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President Eisenhower and the Military-industrial Complex: Unheeded Warning or Unnecessary Paranoia?


To say that a U.S. President's farewell address is important is, at the very least, an understatement. During their last opportunity to address the nation as its top elected official, outgoing presidents often recount the milestones of their time in office, offer guidance for the future of the nation and attempt to build a memorable foundation for their legacy. President Dwight D. Eisenhower's speech contained another, less routine message: A warning, clear and explicit, about what he saw as the growing power of the military-industrial complex. (This is an umbrella term, and it describes a broad range of private contractors, institutions and individuals working on military hardware and weaponry.) In his farewell address, Eisenhower urged the public to "guard against the acquisition of unwarranted influence, whether sought or unsought, by the military-industrial complex." Coming from a decorated veteran and war hero, this warning seemed counterintuitive. Yet Eisenhower's message has survived, and over the years it has been cited by scholars, antiwar activists and -- of course -- conspiracy theorists. For decades people wondered how this unusual warning found its way into President Eisenhower's speech. Did the wily speechwriter Malcolm Moos manage to slip it into the text? Did Eisenhower decide to issue this warning on a last-minute whim?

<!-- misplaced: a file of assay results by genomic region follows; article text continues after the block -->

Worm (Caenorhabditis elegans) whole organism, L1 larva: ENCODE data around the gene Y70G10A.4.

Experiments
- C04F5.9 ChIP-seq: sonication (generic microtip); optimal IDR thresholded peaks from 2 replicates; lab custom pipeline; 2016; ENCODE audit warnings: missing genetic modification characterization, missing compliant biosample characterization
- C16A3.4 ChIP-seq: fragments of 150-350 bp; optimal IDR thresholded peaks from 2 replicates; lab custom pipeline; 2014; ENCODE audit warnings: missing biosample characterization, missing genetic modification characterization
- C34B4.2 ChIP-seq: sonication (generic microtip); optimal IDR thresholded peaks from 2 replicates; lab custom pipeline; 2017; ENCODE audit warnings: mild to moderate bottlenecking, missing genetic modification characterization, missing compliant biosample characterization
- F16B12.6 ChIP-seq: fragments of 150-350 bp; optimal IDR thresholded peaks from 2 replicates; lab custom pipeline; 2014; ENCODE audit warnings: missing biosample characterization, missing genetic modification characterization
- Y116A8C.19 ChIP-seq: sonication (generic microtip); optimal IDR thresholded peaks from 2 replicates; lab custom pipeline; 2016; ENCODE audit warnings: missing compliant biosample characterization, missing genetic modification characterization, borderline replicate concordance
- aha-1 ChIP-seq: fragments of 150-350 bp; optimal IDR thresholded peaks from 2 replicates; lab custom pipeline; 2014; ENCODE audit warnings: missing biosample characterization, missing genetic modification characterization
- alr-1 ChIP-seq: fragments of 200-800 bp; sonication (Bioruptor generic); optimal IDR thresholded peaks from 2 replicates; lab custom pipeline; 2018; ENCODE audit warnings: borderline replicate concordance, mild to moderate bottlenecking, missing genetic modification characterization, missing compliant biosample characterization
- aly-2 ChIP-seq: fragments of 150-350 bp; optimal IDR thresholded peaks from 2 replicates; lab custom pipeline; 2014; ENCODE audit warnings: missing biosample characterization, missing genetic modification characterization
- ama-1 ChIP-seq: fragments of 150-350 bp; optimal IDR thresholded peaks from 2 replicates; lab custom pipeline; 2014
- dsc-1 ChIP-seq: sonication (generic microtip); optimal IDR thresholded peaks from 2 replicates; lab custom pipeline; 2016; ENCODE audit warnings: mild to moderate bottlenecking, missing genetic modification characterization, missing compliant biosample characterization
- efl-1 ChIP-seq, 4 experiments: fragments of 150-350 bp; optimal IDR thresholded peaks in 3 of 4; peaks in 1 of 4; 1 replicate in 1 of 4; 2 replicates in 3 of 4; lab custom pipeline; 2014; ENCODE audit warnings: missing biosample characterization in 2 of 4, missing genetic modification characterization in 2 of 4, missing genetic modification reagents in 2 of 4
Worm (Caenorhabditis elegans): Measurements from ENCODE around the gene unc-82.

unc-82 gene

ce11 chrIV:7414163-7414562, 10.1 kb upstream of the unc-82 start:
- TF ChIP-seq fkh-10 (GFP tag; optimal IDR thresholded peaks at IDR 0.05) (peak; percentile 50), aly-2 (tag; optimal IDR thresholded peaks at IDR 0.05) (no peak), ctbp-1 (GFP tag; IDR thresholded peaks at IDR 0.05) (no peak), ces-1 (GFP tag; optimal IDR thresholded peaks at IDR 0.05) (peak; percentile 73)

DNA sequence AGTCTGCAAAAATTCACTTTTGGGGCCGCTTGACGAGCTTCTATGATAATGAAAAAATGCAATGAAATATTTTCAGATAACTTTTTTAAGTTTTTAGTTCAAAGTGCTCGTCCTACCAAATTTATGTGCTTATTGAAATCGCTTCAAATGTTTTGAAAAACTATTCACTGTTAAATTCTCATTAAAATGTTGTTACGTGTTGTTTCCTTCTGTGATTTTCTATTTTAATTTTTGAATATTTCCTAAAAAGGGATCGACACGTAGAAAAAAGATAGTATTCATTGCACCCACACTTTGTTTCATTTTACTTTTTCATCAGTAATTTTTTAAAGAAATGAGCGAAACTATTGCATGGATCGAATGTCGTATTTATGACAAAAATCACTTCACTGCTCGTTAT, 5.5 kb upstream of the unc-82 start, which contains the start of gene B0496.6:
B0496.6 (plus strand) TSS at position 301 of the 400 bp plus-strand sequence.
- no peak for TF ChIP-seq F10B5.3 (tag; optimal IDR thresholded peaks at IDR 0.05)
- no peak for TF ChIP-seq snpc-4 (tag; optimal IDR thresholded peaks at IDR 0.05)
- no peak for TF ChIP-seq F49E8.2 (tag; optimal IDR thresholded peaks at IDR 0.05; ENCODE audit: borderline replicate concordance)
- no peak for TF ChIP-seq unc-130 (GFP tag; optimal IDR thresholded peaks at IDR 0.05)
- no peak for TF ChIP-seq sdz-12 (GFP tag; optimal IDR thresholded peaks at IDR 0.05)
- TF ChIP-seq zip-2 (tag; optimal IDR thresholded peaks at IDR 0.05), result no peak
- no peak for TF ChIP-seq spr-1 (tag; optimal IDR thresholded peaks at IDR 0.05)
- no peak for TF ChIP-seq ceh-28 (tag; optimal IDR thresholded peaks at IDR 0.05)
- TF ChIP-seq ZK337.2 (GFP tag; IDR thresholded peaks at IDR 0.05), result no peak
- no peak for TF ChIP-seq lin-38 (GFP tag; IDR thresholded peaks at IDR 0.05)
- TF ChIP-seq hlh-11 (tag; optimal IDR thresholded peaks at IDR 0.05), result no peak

Absolutely not. According to new documents discovered by the National Archives and Records Administration, Eisenhower had planned this speech for at least two years. Check out the video below:

It's strange to think that such a powerful man would find himself appealing directly to the public for assistance and, fifty years later, we have to wonder: Was his warning legitimate? Did the public listen? Here's a snapshot of the business: According the Federation of American Scientists, the U.S. exported more than 142 billion dollars worth of arms across the globe from 1992-2000. The debate over the necessity of arms manufacturing continues today. Some see the arms industry as a crucial component of global peacekeeping, essential for the protection of civilians across the planet. Yet others believe this industry causes more harm than it prevents, and some conspiracy theorists argue that the military-industrial complex actually works to create conflicts as a means of generating profit.

What do you think? Were Eisenhower's claims justified, or was his concern overblown? Please comment below: